Long road ahead but full recovery likely for Ryan Mason
Hull City midfielder expected to be back for start of next season after serious head injury
Hull City’s Ryan Mason (right) gets injured during a header with Chelsea’s Gary Cahill in the English Premier League at Stamford Bridge on Sunday. Photograph: Frank Augstein/AP.
The early indications are that Ryan Mason is set to make a full recovery from his fractured skull and should be back in Hull City’s first team by the start of next season.
There is quiet confidence at the KCom Stadium that the injury he sustained in a collision with Chelsea’s Gary Cahill during Sunday’s game at Stamford Bridge is likely to have a significantly lesser impact on his career than a serious knee, ankle or hip problem might.
Yet if the first stretch of his road back to the pitch involved the drama of emergency surgery in the trauma unit of a west London hospital on Sunday evening, the second phase will almost certainly be rather mundane.
After spending the next few days being monitored in hospital, undergoing regular scans to ensure no brain bleeds have developed, a sabbatical from television, social media, mobile phones, internet surfing and reading beckons for the 25-year-old midfielder.
“Ryan Mason would be expected to follow a gradual return to play protocol and the first step is complete rest, which means no stimulation,” said Dr Michael Grey, a reader in rehabilitation neuroscience at the University of East Anglia who specialises in concussion and sports-related head injuries.
“Then, after complete rest, comes gentle exercise, all with continuous monitoring to check there are no symptoms, no fatigue or dizziness or headaches.”
Without knowledge of the specifics of Mason’s injury it is impossible to offer a precise prognosis. But the fact he was in the operating theatre for a relatively short time and able to talk to his team-mate Michael Dawson, along with Hull’s club secretary and medical staff when they visited him on Monday morning, is enormously encouraging.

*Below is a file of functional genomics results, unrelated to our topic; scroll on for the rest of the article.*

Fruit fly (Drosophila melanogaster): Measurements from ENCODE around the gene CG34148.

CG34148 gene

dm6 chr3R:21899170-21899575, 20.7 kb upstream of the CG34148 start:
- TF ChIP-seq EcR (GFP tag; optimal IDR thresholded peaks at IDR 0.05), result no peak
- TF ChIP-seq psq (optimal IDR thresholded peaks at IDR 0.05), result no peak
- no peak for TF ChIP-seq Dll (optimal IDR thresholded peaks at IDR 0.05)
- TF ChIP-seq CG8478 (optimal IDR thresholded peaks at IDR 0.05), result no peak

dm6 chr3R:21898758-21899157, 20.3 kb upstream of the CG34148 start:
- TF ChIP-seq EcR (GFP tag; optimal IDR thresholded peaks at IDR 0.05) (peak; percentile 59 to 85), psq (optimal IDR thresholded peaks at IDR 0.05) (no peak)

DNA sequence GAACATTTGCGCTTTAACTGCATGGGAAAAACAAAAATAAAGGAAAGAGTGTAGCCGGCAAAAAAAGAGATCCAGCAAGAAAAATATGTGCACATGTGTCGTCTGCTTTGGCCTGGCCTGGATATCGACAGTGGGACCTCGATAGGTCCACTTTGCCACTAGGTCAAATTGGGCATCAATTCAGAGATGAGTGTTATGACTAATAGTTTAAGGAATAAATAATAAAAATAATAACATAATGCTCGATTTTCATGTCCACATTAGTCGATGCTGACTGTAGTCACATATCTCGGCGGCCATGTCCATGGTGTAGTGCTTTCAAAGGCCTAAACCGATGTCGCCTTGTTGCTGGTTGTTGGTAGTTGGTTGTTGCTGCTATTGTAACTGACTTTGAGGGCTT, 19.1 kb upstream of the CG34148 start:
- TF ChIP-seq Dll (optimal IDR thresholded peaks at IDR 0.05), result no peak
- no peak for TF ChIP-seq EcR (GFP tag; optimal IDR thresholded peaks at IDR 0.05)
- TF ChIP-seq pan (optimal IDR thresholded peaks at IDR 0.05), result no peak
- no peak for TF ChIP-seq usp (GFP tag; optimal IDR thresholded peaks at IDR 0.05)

Skull fractures come in assorted forms but operations are required when bone presses on the fracture, fragments break loose or a bleed occurs.
“The fracture’s not really the problem,” Grey said. “Bones knit – the big issue is damage to the brain tissue and making sure that’s properly healed. But once recovery’s complete, heading balls should be fine.”
An office worker might roughly be expected to be back to normal and working full-time three months after a similar injury but, depending on severity, six to nine months is more realistic for a return to sport.
“The difficulty is that, with head injuries, footballers often feel absolutely fine fairly quickly and want to do too much too soon,” Grey said. “Often, the biggest problem is reining them back.”
In his experience, top sportspeople rarely lose their nerve in the wake of such traumas.
“Right now Ryan Mason probably doesn’t fancy heading a football. But for most athletes these things are quickly forgotten.”
A few require psychological help but the bigger problem is a culture whereby players detest betraying weakness and coaches demand complete commitment. This desire to “man up” and get on with it is particularly dangerous in the cases of less obvious head injuries than Mason’s and has prompted the English Football Association to introduce their concussion guidelines, which advocate no return to action for at least 14 days after suffering a concussion, however mild.
“Because humans have something called ‘neural protection’, where they often feel initially fine after a head injury, medical staff have to be very strong,” Grey said. “Awareness has risen considerably in the past five years but areas like Sunday League and, particularly, children’s football can still be vulnerable.”
In today’s climate Iain Hume, who is playing in India, would have been admitted to hospital in 2008 immediately after the then Barnsley forward’s skull was fractured by the elbow of Sheffield United’s Chris Morgan. Instead he collapsed the next day with his life in danger, and was sidelined for nine months.
In 1996 Don Goodman returned to action for Wolverhampton Wanderers after a similar injury.
“I flung myself at a ball I was never going to get and smashed into the full-back’s head,” the former striker has said. “There was a big hole in my head. It was a depressed skull fracture.
“I was paralysed down my right side because the skull was pressing onto the left side of my brain. It was six months out, but no after-effects. The operation involved drilling four holes into my skull and lifting it back into shape. The surgeon was amazing and reassured me that, in time, the skull would be stronger than before.”
As he rests in a darkened room, Mason has reason to sense sunshine on the far horizon. Guardian service